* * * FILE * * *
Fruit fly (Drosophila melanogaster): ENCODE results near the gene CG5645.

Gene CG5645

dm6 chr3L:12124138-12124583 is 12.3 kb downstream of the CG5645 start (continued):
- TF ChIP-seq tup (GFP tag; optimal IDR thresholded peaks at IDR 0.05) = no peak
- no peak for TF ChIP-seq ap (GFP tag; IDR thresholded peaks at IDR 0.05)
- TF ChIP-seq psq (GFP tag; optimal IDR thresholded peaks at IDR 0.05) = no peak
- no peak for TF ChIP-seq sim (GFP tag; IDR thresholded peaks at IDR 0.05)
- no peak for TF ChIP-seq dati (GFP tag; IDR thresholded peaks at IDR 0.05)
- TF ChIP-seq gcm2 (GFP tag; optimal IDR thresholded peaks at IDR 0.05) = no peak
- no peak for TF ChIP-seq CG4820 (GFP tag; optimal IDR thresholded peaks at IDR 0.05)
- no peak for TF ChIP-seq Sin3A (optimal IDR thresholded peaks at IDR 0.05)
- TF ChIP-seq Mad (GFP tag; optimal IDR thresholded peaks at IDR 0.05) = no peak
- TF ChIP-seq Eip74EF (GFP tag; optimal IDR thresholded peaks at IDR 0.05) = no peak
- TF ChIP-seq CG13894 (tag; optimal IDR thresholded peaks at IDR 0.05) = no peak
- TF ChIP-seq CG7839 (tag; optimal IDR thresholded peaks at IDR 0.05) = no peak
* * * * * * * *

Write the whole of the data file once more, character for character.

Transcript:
Fruit fly (Drosophila melanogaster): ENCODE results near the gene CG5645.

Gene CG5645

dm6 chr3L:12124138-12124583 is 12.3 kb downstream of the CG5645 start (continued):
- TF ChIP-seq tup (GFP tag; optimal IDR thresholded peaks at IDR 0.05) = no peak
- no peak for TF ChIP-seq ap (GFP tag; IDR thresholded peaks at IDR 0.05)
- TF ChIP-seq psq (GFP tag; optimal IDR thresholded peaks at IDR 0.05) = no peak
- no peak for TF ChIP-seq sim (GFP tag; IDR thresholded peaks at IDR 0.05)
- no peak for TF ChIP-seq dati (GFP tag; IDR thresholded peaks at IDR 0.05)
- TF ChIP-seq gcm2 (GFP tag; optimal IDR thresholded peaks at IDR 0.05) = no peak
- no peak for TF ChIP-seq CG4820 (GFP tag; optimal IDR thresholded peaks at IDR 0.05)
- no peak for TF ChIP-seq Sin3A (optimal IDR thresholded peaks at IDR 0.05)
- TF ChIP-seq Mad (GFP tag; optimal IDR thresholded peaks at IDR 0.05) = no peak
- TF ChIP-seq Eip74EF (GFP tag; optimal IDR thresholded peaks at IDR 0.05) = no peak
- TF ChIP-seq CG13894 (tag; optimal IDR thresholded peaks at IDR 0.05) = no peak
- TF ChIP-seq CG7839 (tag; optimal IDR thresholded peaks at IDR 0.05) = no peak